“A church that is unable to mediate the relations between immigrant and native-born people neglects essential biblical principles and exposes itself to internal strife, loss of membership, and a decline in relevance as an institution of social cohesion. ”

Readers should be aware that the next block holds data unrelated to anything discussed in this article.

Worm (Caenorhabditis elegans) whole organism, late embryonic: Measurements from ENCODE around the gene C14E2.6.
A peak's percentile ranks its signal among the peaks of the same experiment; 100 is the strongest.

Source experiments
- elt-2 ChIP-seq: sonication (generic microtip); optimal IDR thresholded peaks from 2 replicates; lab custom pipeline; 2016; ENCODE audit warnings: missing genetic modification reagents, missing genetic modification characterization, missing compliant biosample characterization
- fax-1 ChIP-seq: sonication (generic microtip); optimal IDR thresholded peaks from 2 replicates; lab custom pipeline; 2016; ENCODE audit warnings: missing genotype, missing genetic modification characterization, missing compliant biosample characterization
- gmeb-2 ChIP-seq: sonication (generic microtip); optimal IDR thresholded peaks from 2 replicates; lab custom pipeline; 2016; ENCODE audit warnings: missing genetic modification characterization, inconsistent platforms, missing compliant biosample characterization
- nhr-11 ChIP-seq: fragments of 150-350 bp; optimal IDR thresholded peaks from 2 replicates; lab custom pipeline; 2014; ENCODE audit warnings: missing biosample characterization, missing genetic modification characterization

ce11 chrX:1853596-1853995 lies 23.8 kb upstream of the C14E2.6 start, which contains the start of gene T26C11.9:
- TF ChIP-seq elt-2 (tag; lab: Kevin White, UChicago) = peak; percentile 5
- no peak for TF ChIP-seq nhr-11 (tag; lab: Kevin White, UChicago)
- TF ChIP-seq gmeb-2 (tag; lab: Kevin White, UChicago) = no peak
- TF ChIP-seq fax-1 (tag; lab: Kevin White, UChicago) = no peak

This project investigates the possibilities and the limitations of Christianity in expanding bonds of solidarity and identity across differences of nationality, race, and ethnicity. Building on an on-going partnership between a public university, a multi-faith group of volunteers, and six Christian congregations in Baltimore, Maryland, the project team will implement and analyze faith community dialogues that bring together people of different backgrounds to share personal stories, feelings, and thoughts about immigration; to reflect on differences and commonalities between immigrants and those born in the United States; and to deliberate on collaborative action to advance common interests and shared values. Three dialogues will be conducted, between: (1) a Latino Catholic congregation and a White American Catholic congregation; (2) a White American Evangelical congregation and a non-denominational Latino congregation with Baptist roots; (3) a Latino Methodist congregation and a White American Methodist congregation. The analysis will follow a mixed-methods approach, combining quantitative analysis of demographic and attitudinal data generated through participant surveys with qualitative analysis of dialogue transcripts and participant observation of collaborative actions by participants. The project will result in a guide for faith community dialogues on immigration for the general public and a scholarly book on Christian cosmopolitanism.